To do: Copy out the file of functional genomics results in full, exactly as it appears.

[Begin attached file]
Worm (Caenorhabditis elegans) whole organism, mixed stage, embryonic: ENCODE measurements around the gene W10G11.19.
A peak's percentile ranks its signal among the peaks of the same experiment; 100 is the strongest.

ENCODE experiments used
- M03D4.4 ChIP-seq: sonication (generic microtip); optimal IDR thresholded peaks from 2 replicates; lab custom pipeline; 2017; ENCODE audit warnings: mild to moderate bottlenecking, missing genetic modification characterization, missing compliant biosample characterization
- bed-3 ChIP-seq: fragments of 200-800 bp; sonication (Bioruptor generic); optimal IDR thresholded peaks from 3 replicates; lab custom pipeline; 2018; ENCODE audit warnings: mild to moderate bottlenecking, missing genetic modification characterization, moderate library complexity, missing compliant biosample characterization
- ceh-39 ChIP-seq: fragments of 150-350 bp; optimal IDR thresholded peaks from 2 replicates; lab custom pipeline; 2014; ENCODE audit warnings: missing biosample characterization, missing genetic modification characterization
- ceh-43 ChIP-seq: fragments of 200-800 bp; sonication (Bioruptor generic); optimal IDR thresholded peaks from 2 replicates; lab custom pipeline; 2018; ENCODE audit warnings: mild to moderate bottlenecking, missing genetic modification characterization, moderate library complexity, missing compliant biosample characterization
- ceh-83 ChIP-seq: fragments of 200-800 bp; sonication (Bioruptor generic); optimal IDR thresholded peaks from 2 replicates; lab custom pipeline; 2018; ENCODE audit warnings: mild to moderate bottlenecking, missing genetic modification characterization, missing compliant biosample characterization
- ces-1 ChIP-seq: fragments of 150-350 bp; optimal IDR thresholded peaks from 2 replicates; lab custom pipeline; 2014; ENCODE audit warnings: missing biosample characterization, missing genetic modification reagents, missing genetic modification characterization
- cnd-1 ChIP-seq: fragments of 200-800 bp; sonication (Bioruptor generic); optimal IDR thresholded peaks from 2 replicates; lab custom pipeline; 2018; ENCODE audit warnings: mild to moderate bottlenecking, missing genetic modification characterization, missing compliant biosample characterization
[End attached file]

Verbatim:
Worm (Caenorhabditis elegans) whole organism, mixed stage, embryonic: ENCODE measurements around the gene W10G11.19.
A peak's percentile ranks its signal among the peaks of the same experiment; 100 is the strongest.

ENCODE experiments used
- M03D4.4 ChIP-seq: sonication (generic microtip); optimal IDR thresholded peaks from 2 replicates; lab custom pipeline; 2017; ENCODE audit warnings: mild to moderate bottlenecking, missing genetic modification characterization, missing compliant biosample characterization
- bed-3 ChIP-seq: fragments of 200-800 bp; sonication (Bioruptor generic); optimal IDR thresholded peaks from 3 replicates; lab custom pipeline; 2018; ENCODE audit warnings: mild to moderate bottlenecking, missing genetic modification characterization, moderate library complexity, missing compliant biosample characterization
- ceh-39 ChIP-seq: fragments of 150-350 bp; optimal IDR thresholded peaks from 2 replicates; lab custom pipeline; 2014; ENCODE audit warnings: missing biosample characterization, missing genetic modification characterization
- ceh-43 ChIP-seq: fragments of 200-800 bp; sonication (Bioruptor generic); optimal IDR thresholded peaks from 2 replicates; lab custom pipeline; 2018; ENCODE audit warnings: mild to moderate bottlenecking, missing genetic modification characterization, moderate library complexity, missing compliant biosample characterization
- ceh-83 ChIP-seq: fragments of 200-800 bp; sonication (Bioruptor generic); optimal IDR thresholded peaks from 2 replicates; lab custom pipeline; 2018; ENCODE audit warnings: mild to moderate bottlenecking, missing genetic modification characterization, missing compliant biosample characterization
- ces-1 ChIP-seq: fragments of 150-350 bp; optimal IDR thresholded peaks from 2 replicates; lab custom pipeline; 2014; ENCODE audit warnings: missing biosample characterization, missing genetic modification reagents, missing genetic modification characterization
- cnd-1 ChIP-seq: fragments of 200-800 bp; sonication (Bioruptor generic); optimal IDR thresholded peaks from 2 replicates; lab custom pipeline; 2018; ENCODE audit warnings: mild to moderate bottlenecking, missing genetic modification characterization, missing compliant biosample characterization